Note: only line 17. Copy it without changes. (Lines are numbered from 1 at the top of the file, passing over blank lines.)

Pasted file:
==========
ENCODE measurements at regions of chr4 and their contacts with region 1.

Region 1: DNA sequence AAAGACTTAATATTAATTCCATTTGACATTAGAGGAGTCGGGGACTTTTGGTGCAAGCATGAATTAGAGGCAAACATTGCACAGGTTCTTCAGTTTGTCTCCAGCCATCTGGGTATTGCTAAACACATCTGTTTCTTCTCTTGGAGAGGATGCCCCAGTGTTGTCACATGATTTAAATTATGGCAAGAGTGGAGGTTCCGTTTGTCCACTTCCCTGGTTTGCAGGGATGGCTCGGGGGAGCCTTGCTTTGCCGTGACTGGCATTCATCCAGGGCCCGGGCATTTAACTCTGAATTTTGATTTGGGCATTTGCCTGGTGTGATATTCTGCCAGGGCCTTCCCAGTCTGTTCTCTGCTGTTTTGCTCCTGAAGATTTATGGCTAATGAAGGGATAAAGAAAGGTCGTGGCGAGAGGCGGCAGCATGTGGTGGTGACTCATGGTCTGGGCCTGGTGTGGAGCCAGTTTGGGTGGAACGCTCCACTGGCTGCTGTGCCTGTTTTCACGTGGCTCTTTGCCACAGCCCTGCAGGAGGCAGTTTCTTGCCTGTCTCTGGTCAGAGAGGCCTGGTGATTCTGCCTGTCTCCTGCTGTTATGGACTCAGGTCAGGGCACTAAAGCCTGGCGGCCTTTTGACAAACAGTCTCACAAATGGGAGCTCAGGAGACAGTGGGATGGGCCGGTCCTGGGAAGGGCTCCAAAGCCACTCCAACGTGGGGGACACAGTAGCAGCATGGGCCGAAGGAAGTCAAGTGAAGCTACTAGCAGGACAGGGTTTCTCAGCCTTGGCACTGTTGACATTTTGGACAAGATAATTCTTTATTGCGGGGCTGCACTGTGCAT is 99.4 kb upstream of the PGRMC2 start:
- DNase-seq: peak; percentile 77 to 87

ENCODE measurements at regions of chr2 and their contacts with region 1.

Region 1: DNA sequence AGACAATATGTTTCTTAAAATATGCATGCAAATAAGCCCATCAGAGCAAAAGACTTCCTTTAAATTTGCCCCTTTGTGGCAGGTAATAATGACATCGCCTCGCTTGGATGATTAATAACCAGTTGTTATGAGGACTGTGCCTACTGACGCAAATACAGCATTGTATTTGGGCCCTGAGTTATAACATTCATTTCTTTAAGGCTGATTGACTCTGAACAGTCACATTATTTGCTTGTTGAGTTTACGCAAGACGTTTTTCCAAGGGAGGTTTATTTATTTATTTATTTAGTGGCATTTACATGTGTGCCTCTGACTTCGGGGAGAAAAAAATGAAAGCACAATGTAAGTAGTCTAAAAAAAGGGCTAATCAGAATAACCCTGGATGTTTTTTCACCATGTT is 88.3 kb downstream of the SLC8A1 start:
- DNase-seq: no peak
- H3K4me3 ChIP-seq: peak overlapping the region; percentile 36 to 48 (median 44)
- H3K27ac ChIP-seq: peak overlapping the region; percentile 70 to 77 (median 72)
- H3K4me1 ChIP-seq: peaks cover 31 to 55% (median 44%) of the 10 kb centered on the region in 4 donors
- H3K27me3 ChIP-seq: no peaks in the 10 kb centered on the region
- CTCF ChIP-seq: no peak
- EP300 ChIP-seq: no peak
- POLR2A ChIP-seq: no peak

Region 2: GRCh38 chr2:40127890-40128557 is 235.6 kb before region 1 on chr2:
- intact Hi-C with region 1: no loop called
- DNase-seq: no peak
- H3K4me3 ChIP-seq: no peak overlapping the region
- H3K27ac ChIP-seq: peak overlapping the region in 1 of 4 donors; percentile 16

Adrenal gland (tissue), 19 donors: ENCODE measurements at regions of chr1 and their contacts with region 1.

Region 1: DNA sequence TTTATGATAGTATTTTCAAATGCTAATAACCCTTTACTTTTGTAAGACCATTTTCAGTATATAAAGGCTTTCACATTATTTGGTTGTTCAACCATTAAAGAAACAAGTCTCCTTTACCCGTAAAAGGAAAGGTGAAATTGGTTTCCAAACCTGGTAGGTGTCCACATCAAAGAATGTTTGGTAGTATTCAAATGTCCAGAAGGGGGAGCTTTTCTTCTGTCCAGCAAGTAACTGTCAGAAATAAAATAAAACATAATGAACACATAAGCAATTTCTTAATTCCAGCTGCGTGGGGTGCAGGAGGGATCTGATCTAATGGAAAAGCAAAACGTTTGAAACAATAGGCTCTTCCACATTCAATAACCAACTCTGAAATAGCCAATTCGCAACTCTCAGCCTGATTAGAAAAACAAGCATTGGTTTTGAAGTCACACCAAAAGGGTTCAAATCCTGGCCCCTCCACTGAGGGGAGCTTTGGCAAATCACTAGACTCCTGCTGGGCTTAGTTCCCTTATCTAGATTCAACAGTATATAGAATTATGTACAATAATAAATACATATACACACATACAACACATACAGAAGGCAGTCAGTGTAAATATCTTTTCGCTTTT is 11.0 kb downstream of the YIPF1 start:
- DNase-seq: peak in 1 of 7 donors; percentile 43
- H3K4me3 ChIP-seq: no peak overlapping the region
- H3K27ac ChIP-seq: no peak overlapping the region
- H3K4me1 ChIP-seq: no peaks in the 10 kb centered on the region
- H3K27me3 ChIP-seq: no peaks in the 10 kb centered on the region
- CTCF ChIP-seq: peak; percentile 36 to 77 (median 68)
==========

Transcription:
- H3K4me3 ChIP-seq: no peak overlapping the region